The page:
Trying to understand when a tariff is actually imposed & paid on goods coming into the US.

The Trump administration has announced at various times changes in tariffs to be imposed on certain goods arriving from China. For example the previously announced tariff increases on Chinese electronics that were to be effective September 1 2019 was postponed.

Had those tariffs gone into effect, I am presuming (perhaps incorrectly) that a shipment of such goods that arrived and processed by customs prior to midnight on Aug 31 would have be charged at one level, while another shipment (regardless of arrival date) hat had not yet been processed by customs before midnight Aug 31 would have been charged at a different level. Is this an accurate understanding?

It has been suggested that an importer can pay a tariff in advance of actual arrival at a US port. Is that accurate?

It has also been suggested that importers "can run a tab" with customs, that is not actually pay the tariff at the time of customs clearance, but rather submit payments against invoices presented by the Treasury (on behalf of Customs) on (say) a quarterly basis. (in other words, potentially well after the goods are in country and being distributed). Is that accurate?

  • I don't know about the USA specifically, but my experience as an importer is that customs hold up the entire shipment until all taxes and duties (which would include tariffs) are paid, and all security and bio-security checks are complete and paid for. – Rupert Morrish Aug 19 '19 at 21:08
  • My US experience of this is when I moved to the USA and all my household goods were held up in Baltimore because of some half-empty bottles of whisky. – Rupert Morrish Aug 19 '19 at 21:10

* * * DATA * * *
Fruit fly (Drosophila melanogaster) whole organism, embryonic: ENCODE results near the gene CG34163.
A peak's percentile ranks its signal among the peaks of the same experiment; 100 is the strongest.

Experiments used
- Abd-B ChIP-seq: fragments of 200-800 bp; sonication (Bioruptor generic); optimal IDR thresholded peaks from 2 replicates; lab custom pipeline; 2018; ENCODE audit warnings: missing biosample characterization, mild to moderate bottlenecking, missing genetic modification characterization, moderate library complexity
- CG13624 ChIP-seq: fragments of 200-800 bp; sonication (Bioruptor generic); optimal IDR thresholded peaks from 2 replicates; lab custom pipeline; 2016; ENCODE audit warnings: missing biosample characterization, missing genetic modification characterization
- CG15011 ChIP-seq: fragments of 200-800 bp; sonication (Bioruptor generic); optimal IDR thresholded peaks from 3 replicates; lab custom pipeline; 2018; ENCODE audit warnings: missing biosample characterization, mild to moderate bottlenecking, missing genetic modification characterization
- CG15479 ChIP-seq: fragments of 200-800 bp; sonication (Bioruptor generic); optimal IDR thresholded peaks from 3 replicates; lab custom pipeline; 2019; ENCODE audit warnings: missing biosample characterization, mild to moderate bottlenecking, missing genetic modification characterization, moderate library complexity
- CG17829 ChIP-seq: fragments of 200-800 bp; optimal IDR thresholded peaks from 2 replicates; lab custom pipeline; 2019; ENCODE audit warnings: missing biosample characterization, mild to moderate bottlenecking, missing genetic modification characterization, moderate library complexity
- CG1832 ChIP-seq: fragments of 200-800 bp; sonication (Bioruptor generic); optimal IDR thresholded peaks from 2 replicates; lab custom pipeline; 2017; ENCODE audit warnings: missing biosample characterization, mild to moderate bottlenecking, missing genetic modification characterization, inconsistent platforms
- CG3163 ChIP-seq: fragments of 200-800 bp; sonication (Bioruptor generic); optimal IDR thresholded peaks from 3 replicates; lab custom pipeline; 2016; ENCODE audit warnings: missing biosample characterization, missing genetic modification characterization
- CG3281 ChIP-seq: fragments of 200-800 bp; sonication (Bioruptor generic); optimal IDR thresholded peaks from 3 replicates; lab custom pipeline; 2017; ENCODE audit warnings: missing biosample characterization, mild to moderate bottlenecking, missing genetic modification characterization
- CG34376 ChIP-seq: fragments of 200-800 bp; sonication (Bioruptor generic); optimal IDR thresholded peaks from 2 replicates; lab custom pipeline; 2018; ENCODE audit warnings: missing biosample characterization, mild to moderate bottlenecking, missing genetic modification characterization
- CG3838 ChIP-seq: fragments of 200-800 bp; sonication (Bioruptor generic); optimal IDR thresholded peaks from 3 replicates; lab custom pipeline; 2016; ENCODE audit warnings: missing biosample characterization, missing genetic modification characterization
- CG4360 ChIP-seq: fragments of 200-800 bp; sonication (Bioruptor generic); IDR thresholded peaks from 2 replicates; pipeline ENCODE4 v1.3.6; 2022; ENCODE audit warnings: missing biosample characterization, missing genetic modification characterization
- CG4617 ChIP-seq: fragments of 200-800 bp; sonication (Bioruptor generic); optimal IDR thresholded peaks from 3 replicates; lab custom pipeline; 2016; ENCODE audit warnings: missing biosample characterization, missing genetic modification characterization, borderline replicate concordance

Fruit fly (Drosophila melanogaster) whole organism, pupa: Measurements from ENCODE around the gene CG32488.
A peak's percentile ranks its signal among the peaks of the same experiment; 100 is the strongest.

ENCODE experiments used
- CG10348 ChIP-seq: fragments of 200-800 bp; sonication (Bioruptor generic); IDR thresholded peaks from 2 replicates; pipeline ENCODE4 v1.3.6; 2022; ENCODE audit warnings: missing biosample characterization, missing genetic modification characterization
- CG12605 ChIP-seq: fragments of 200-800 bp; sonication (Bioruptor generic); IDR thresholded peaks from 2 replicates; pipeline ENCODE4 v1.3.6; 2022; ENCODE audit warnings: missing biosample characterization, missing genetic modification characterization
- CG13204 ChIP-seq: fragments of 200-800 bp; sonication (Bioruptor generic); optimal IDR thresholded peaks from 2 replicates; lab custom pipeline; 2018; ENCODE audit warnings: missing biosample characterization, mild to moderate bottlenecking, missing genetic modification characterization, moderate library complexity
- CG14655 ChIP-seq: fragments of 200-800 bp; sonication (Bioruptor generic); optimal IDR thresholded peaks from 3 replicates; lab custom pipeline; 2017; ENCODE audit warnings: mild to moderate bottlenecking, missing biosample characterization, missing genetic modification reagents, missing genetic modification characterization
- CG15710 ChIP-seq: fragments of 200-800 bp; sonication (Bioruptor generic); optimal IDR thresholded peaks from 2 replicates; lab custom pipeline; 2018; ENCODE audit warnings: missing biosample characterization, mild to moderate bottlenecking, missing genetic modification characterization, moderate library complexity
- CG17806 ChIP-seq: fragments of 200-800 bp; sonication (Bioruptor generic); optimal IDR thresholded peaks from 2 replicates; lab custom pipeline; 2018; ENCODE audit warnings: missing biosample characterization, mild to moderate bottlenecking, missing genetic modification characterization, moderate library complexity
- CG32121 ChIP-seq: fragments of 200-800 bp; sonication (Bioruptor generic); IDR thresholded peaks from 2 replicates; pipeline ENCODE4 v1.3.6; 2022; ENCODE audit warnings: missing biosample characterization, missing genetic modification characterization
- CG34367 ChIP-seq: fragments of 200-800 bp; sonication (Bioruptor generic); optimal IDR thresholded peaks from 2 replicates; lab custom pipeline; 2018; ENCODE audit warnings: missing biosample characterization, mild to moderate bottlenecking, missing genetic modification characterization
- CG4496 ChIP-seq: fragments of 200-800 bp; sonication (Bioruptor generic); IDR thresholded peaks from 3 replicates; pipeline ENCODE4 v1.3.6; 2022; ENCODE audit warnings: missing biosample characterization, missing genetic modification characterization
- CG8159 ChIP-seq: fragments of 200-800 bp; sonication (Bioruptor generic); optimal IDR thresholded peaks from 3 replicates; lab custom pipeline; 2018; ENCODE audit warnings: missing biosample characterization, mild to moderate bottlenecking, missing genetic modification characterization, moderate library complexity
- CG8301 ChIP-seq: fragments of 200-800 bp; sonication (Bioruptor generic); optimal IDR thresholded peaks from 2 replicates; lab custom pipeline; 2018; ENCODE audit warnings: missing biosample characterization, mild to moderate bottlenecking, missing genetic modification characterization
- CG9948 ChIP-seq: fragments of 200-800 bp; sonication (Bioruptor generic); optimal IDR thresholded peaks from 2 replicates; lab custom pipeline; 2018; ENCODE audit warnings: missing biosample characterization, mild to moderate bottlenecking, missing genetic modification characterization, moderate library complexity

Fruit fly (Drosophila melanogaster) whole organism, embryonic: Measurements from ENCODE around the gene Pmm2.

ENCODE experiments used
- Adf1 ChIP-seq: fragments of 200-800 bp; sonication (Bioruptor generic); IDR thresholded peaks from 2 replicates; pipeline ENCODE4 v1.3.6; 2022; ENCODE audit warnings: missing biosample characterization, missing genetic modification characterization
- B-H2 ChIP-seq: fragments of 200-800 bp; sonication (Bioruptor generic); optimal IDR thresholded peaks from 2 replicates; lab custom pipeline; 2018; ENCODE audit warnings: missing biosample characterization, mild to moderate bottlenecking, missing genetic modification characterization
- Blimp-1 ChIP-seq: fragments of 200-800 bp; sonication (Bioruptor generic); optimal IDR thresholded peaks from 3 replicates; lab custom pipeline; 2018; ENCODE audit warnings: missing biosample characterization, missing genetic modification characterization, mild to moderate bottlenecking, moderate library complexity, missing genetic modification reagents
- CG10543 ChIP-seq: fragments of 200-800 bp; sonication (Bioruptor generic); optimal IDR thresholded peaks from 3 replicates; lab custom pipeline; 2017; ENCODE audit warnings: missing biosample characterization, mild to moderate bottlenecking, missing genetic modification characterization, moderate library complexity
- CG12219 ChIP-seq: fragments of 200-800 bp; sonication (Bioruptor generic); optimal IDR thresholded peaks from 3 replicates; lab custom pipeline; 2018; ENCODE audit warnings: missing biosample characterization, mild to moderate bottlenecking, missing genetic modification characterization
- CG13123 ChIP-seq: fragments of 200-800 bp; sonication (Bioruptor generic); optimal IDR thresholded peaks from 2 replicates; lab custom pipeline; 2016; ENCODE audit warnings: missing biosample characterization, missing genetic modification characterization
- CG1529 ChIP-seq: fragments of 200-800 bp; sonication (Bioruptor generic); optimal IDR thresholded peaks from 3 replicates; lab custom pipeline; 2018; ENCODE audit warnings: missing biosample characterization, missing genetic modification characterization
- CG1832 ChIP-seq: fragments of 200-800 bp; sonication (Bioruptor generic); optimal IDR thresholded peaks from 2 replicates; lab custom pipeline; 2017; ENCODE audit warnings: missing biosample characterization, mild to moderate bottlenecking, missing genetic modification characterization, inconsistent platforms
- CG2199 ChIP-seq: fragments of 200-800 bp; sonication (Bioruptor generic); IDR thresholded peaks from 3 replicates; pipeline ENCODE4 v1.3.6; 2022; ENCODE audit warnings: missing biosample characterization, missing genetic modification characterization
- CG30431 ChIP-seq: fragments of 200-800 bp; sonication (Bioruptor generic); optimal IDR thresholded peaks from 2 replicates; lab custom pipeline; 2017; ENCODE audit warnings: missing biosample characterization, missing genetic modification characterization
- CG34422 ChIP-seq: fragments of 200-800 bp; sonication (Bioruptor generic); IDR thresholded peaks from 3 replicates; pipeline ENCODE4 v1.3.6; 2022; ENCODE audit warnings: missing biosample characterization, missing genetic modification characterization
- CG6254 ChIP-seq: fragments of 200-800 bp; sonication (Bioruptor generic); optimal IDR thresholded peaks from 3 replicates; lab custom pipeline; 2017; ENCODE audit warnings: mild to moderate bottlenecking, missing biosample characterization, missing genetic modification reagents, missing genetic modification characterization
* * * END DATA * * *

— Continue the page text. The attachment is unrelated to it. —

• Speculation only: either (a) its based on the date that the shipment arrives or (b) its based on when it gets processed. It would be a bureaucratic nightmare to have to retroactively go back to everything that's been paid for, but not picked up, and request additional payment. Someone somewhere has made a call as to what the cutoff is, and that info may not even be public. But odds are its one of the two I mentioned: Imagine the hyperbolic situation of a new $1 tariff every midnight and it takes 2 days to request and receive payments: at some point you have to declare that its paid for. – Draco18s no longer trusts SE Aug 21 '19 at 15:13

Information regarding process of importing goods into the U.S. can be found here: https://www.cbp.gov/sites/default/files/documents/Importing%20into%20the%20U.S.pdf

Liability For Duties

There is no provision under which U.S. duties or taxes may be prepaid in a foreign country before exportation to the United States. This is true even for gifts sent by mail.

In the usual case, liability for the payment of duty becomes fixed at the time an entry for consumption or for warehouse is filed with CBP. The obligation for payment is upon the person or firm in whose name the entry is filed. When goods have been entered for warehouse, liability for paying duties may be transferred to any person who purchases the goods and desires to withdraw them in his or her own name.

Payment of duties is generally due within 10 business days of entry.

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